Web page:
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SMITHFIELD — A revised public comment policy that would still restrict the topics speakers can address received its first reading at the Johnston County Board of Education’s Sept. 10 meeting. A vote to approve the new rules could come at the school board’s Oct. 8 meeting.
David Pearce, Johnston County Public Schools’ administrative officer, presented the revised policy.
The school board has fielded criticism for its current policy requiring speakers to sign up 48 hours prior to each meeting. The revision would allow people to register until 2 p.m. on the day of the meeting.
“This exact sign-up time could change depending on when the board meetings start,” said Pearce.
The new policy requires speakers to furnish written information or describe the topic they plan to address when signing up. A full draft of prepared remarks would no longer be required.
Comments would be limited to matters relating to the school system. Pearce said examples of suitable topics for presentation include policies, transportation or curriculum.
“It’s any school system topic that does not address performance of school personnel, student issues or any other confidential matters,” said Pearce.
Under the revised policy, complaints about school personnel, student issues or any other confidential matter must be submitted to the school system official responsible for the program or to the superintendent.
Pearce said those not satisfied with school district actions regarding personnel, student issues or confidential matters would still not be permitted to follow up with public comments at board meetings.
“They can then follow Board Policy 5240, ‘Employee Grievance Policy’ and Board Policy 4300, ‘Student and Parent Grievances,’” said Pearce.
The school board would allow neither positive nor negative comments about district personnel.
“Since negative comments are not allowed, positive will not be allowed either,” said Pearce. “Our district also has an open form on the website to nominate employees of the month. Anyone can put in this nomination.”
The school board originally approved a public comment policy on Oct. 9, 2001 and passed an amended version on Feb. 10, 2009.
Kim Winslow, a Clayton High School parent, said changing the time restrictions for public comments is an improvement. Winslow is a leader of the Bring Bennett Back movement to reinstate former Clayton High principal Bennett Jones.
“Changing the time restrictions for public comment requests certainly helps, especially for situations that are fluid and constantly changing,” said Winslow. “The transfer announcement for Dr. Jones came out on Monday, Aug. 12 and the school board meeting was the next day.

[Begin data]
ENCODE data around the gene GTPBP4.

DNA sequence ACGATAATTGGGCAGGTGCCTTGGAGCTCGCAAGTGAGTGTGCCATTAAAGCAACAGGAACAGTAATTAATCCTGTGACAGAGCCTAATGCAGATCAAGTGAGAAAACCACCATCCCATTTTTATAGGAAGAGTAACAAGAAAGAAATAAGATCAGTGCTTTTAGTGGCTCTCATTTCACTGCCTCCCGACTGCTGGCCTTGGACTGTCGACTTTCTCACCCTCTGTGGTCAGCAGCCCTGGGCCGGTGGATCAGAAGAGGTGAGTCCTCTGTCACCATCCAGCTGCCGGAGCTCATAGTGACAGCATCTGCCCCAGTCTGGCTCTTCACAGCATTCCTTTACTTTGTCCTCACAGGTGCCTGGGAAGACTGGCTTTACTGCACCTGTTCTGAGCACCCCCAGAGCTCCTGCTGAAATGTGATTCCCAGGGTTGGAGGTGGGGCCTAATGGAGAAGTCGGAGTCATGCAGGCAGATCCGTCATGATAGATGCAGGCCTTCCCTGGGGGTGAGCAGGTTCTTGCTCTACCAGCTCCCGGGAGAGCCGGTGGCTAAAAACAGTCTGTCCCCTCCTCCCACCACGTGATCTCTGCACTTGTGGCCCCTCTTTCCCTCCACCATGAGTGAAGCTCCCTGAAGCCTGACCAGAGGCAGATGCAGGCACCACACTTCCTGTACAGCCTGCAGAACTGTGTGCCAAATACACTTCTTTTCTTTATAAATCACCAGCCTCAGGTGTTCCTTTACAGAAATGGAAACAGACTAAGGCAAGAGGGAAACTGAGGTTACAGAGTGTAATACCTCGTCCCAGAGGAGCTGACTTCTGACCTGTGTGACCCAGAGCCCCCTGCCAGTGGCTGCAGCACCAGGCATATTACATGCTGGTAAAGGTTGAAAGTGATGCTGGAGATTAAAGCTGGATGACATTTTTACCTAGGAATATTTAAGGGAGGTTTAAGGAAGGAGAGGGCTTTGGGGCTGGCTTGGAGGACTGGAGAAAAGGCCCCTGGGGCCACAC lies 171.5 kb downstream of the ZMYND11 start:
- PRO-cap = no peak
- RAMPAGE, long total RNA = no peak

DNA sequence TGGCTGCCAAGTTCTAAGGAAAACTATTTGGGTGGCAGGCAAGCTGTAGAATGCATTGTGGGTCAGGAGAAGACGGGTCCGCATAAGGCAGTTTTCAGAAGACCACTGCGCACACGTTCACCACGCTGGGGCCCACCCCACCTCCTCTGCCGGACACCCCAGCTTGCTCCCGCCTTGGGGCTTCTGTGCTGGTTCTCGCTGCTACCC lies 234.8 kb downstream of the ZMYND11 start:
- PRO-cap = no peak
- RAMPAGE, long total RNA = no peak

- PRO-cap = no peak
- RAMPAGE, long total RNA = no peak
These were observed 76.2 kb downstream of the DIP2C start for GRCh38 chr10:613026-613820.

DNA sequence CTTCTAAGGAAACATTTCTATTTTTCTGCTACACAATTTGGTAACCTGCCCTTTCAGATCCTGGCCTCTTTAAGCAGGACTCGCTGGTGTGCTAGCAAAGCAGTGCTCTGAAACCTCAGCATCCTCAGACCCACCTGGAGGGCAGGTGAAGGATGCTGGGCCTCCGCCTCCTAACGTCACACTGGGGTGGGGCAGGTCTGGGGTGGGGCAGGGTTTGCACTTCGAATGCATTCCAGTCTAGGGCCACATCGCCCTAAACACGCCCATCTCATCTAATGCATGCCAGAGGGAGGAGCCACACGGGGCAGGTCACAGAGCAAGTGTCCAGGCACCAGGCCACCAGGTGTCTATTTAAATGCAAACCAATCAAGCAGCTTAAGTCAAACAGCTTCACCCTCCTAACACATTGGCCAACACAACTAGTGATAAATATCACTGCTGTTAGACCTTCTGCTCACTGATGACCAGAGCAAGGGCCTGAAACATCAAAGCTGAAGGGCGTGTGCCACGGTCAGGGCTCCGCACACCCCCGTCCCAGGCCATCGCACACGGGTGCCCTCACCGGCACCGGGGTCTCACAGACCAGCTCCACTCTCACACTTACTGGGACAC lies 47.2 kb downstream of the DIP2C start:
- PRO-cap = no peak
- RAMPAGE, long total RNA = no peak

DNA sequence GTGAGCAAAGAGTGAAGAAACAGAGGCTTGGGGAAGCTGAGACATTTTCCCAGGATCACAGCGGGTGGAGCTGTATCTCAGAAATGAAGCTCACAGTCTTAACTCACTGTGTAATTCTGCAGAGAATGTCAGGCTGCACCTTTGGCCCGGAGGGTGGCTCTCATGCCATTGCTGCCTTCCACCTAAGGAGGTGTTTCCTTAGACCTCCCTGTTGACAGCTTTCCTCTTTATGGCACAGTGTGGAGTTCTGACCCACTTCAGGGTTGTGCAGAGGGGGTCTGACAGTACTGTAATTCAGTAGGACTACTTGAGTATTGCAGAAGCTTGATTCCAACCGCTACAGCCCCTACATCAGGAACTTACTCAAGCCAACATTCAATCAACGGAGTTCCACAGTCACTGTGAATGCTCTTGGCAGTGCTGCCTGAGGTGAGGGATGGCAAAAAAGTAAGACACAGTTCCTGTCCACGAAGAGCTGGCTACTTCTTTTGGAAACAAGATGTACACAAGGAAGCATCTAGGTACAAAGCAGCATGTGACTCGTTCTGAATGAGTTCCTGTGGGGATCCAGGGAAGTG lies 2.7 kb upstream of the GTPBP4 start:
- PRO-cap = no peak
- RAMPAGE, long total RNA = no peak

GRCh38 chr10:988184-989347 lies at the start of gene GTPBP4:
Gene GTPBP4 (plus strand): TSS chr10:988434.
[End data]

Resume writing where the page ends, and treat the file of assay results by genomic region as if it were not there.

“As a result, we had to wait a full month before speaking publicly at a school board meeting. It’s definitely an improvement. As indicated in our public comments at the Sept. 10 meeting, we still feel there are other policies that need to be reviewed and amended as a checks and balance on the superintendent’s office.”
If adopted, the new rules would still be more restrictive than Johnston County Board of Commissioners, city and town council and other area school board comment policies, which allow audience members to speak without registering in advance.
While the Johnston County Education Summit’s leader said changing the 48-hour signup rule is a step in the right direction, Robert O’Neal said he’s still concerned about the board stifling free speech.
“This means that the board can deny public comment on personnel and student issues as detected from the content or topic,” said O’Neal. “According to the N.C. General Statute 160A-168, the administration must not discuss personnel information, but that does not apply to the civil liberties of the citizens of Johnston County. Sometimes the citizens need to put a finger on the problem.
“The prior comment policy stifles free speech and gives the impression of intimidation. In that regard, nothing has changed,” said O’Neal. “Public comments from the summit and the Clayton High School community that highlighted disapproval of personnel changes by the superintendent are now forbidden by our interpretation of the new policy.”
O’Neal said former Superintendent Ross Renfrow’s retirement wouldn’t have happened if weren’t for the two groups’ public comments.
“The Summit has been appearing before the board denouncing marginalization of high school principals by relegating them to the central office for months,” said O’Neal. “Evidently, the administration picked on the wrong principal, which sparked outrage of the Clayton Town Council and citizens.”
O’Neal said the revised policy “struggles to respect free speech, true citizen input and the public’s right to have uninhibited access to the elected Board of Education.”
School boards lack the authority to prevent speakers from discussing staff members, according to Amanda Martin, general counsel for the North Carolina Press Association. The state personnel privacy law applies to elected officials and school employees, but not to the general public.
“Parents have no obligation under personnel statutes,” Martin said previously. “They do not have the authority, in my opinion, to censor what parents say. If they want to discuss what they have heard, they have some latitude to go into closed session.”
Pearce defended the proposed public comments policy.
“This policy allows anyone to sign up for public comment the day of the board meeting prior to the board meeting by 2 p.m. in order to make agenda and time adjustments,” said Pearce. “The revised policy asks for the person speaking to furnish statements, written information or provide the topic at the time of signup. This is to ensure board members understand the purpose of the public comment.”
School board members didn’t ask questions or discuss the revised policy. School board Chairman Mike Wooten thanked the policy committee for its work.